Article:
Cartersville’s Lehla Thomas got off to a hot start, scoring her side’s first five points. Ariana Cochran also had a nice opening period. She had a nifty assist to Naijah Evans and also scored four points, including a buzzer-beating layup.

Rome quickly regained the lead early in the second quarter, drilling a trio of triples within the first two minutes. Cochran, who finished with seven points, connected from deep to even the score at 17-all.

“They shot it very well,” Moore said. “… I lost count at eight 3s. We tried to stay in front of them in the first half, and fortunately, we were scoring with them.”

While the Wolves controlled most of the period, Thomas finished a putback, drew the foul and completed the 3-point play. Kiera Milline later converted a pair of free throws to pull Cartersville within two points before Rome recovered to take a 31-25 lead into halftime.

“I was impressed we put up 25 in the first half,” Moore said. “I thought we got some good transition looks. I feel like we can build off that first half and have some confidence down the road.”

Despite being within four points midway though the third quarter, the Canes saw the game slowly start to slip away over the final four minutes of the period. An 8-2 run by the Wolves allowed the de facto home team to carry a 44-34 advantage into the fourth quarter.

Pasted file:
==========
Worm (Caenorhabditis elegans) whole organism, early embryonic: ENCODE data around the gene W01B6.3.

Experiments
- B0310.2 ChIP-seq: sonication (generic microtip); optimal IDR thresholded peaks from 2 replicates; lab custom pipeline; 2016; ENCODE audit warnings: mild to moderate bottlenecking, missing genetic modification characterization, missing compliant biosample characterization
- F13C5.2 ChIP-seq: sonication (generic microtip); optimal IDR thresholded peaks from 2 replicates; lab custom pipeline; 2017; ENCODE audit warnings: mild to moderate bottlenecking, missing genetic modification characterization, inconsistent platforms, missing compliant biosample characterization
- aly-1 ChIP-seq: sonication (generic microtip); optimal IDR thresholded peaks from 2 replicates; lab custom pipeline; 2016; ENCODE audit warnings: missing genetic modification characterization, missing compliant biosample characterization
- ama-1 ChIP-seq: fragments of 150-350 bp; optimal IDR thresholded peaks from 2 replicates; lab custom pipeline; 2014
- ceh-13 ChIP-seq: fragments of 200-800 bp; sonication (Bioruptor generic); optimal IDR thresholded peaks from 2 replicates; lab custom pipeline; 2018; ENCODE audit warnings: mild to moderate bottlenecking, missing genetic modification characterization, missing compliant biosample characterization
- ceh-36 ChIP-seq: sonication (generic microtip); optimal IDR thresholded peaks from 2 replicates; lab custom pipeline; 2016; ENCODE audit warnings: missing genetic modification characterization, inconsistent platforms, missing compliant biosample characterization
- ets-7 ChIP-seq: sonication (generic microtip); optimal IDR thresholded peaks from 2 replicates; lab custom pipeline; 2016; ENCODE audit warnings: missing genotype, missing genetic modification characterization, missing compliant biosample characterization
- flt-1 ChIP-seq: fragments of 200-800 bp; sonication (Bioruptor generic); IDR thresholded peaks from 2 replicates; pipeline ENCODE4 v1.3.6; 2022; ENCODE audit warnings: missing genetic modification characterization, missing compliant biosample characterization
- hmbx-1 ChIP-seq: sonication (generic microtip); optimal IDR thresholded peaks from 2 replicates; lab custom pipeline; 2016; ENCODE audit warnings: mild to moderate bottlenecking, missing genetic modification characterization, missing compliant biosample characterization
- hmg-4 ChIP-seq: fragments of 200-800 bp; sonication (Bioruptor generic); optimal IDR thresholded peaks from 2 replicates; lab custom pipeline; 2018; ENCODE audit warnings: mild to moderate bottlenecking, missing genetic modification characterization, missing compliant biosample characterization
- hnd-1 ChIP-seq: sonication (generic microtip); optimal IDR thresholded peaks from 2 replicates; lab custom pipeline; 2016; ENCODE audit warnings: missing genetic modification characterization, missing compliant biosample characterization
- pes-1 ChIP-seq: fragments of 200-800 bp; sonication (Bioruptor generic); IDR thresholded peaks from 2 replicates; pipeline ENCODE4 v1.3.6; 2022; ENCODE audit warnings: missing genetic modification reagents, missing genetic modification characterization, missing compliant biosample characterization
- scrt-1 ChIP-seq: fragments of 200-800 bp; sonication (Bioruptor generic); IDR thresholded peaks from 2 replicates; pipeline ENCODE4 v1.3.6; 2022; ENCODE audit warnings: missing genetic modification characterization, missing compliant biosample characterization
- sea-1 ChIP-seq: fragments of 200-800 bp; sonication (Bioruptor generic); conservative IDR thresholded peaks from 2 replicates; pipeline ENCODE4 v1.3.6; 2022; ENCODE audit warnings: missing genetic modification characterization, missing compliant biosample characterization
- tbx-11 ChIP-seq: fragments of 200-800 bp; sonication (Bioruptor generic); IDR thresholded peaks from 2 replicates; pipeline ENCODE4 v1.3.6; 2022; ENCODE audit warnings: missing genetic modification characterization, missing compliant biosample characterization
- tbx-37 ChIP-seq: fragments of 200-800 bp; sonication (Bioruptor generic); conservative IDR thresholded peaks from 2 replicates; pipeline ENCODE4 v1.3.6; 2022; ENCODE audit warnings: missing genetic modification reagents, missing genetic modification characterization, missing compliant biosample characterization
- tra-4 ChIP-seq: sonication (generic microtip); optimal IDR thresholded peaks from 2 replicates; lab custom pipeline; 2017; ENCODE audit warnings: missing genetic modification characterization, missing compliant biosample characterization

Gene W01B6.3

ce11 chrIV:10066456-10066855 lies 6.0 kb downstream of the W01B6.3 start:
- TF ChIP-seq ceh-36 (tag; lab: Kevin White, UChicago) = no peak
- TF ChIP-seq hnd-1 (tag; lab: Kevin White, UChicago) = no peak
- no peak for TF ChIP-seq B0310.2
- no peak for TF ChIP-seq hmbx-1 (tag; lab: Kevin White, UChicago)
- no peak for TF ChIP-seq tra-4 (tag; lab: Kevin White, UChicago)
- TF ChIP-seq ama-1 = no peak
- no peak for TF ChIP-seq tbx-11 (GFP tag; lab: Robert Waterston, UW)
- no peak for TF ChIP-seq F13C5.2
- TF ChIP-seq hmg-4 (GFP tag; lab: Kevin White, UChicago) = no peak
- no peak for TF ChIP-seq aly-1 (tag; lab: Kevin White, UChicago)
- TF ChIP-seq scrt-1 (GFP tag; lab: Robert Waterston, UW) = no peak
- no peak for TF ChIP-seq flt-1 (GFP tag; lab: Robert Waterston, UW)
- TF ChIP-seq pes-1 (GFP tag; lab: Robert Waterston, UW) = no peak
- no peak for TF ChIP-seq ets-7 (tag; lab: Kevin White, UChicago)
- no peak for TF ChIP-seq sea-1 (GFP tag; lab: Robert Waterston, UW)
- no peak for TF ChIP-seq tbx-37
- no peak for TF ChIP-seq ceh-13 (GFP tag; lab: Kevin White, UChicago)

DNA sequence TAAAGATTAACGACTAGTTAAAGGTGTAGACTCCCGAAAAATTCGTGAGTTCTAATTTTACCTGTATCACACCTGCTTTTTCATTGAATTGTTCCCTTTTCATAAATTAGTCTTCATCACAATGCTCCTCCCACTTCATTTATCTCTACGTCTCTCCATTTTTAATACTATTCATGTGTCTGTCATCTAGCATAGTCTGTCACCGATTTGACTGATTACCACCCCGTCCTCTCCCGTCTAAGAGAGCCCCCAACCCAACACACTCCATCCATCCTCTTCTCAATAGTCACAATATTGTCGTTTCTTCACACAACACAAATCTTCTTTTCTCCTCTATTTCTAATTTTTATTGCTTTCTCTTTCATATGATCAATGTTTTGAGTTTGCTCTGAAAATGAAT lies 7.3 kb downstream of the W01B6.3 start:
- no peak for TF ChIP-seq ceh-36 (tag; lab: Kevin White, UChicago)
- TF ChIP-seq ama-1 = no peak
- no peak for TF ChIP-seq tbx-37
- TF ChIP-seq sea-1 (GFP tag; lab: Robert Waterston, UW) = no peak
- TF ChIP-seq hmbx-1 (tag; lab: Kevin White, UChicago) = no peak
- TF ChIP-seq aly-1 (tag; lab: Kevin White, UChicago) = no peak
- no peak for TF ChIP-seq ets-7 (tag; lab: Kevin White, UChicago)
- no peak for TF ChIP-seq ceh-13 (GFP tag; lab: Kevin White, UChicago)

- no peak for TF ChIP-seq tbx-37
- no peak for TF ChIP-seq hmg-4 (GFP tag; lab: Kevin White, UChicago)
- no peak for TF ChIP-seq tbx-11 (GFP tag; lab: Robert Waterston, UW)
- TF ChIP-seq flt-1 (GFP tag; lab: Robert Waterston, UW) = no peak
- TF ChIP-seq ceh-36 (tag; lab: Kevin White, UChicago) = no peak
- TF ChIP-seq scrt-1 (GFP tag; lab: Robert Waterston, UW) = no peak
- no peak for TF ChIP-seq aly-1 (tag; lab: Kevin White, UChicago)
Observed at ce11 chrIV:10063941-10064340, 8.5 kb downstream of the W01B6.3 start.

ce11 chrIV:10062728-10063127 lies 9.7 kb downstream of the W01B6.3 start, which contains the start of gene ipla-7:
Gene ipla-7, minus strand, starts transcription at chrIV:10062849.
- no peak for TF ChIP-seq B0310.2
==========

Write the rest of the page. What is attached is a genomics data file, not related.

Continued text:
Cartersville pretty much had to survive the third without two of its starters. Cochran left with an ankle injury, while Evans suffered a nose bleed. However, it did allow Moore to give some players off her bench a chance to face a high-quality opponent.

“Overall, it was a good test,” she said. “I thought we were right there in it in the first half. We got down double-digits and just really couldn’t close the gap. Ariana Cochran going out in the third really deflated us, because she’s kind of our leader.”

A Cartersville offense that saw its production fall from 14 points to 11 to nine over the first three periods completely dried up in the fourth quarter. The Canes were scoreless through the first 5:41 of the final stanza. Zoe Casey broke the drought just moments after she entered the game for the first time.

Thomas later converted a free throw for her last of a dozen points. It momentarily had Cartersville within nine points at 46-37, but Rome was never really threatened the rest of the way in reaching the tourney title game.

While the Canes would certainly rather be playing for the championship than third place, Moore can take solace in knowing her team is lightyears ahead of where it was last year at this point. The biggest difference is Cartersville’s ability to handle pressure.

Moore credited Cochran and fellow senior Cio Seigler for helping provide a calming presence. They will be key as the Canes will face many teams similar to Rome in Region 5-AAAA play.

“I was extremely proud of the way we handled their pressure,” Moore said. “We knew it was coming. It was coming on a make; It was coming on a miss. … I was really anxious to see how we were going to respond. for the most part, I thought we did well.”